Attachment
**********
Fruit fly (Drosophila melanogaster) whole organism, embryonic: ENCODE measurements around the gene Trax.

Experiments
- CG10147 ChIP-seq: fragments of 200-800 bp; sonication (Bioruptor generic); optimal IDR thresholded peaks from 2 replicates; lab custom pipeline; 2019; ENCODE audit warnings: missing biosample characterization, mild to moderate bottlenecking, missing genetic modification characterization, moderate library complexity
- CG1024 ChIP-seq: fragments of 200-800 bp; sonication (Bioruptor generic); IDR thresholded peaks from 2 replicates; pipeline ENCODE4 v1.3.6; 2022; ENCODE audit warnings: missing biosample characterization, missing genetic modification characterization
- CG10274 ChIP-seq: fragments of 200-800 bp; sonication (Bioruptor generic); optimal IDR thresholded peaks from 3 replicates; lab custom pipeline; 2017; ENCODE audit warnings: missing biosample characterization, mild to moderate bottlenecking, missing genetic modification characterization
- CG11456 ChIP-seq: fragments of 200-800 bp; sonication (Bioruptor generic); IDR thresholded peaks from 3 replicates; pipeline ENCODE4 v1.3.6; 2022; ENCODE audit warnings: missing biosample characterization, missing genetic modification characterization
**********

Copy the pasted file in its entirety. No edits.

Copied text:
Fruit fly (Drosophila melanogaster) whole organism, embryonic: ENCODE measurements around the gene Trax.

Experiments
- CG10147 ChIP-seq: fragments of 200-800 bp; sonication (Bioruptor generic); optimal IDR thresholded peaks from 2 replicates; lab custom pipeline; 2019; ENCODE audit warnings: missing biosample characterization, mild to moderate bottlenecking, missing genetic modification characterization, moderate library complexity
- CG1024 ChIP-seq: fragments of 200-800 bp; sonication (Bioruptor generic); IDR thresholded peaks from 2 replicates; pipeline ENCODE4 v1.3.6; 2022; ENCODE audit warnings: missing biosample characterization, missing genetic modification characterization
- CG10274 ChIP-seq: fragments of 200-800 bp; sonication (Bioruptor generic); optimal IDR thresholded peaks from 3 replicates; lab custom pipeline; 2017; ENCODE audit warnings: missing biosample characterization, mild to moderate bottlenecking, missing genetic modification characterization
- CG11456 ChIP-seq: fragments of 200-800 bp; sonication (Bioruptor generic); IDR thresholded peaks from 3 replicates; pipeline ENCODE4 v1.3.6; 2022; ENCODE audit warnings: missing biosample characterization, missing genetic modification characterization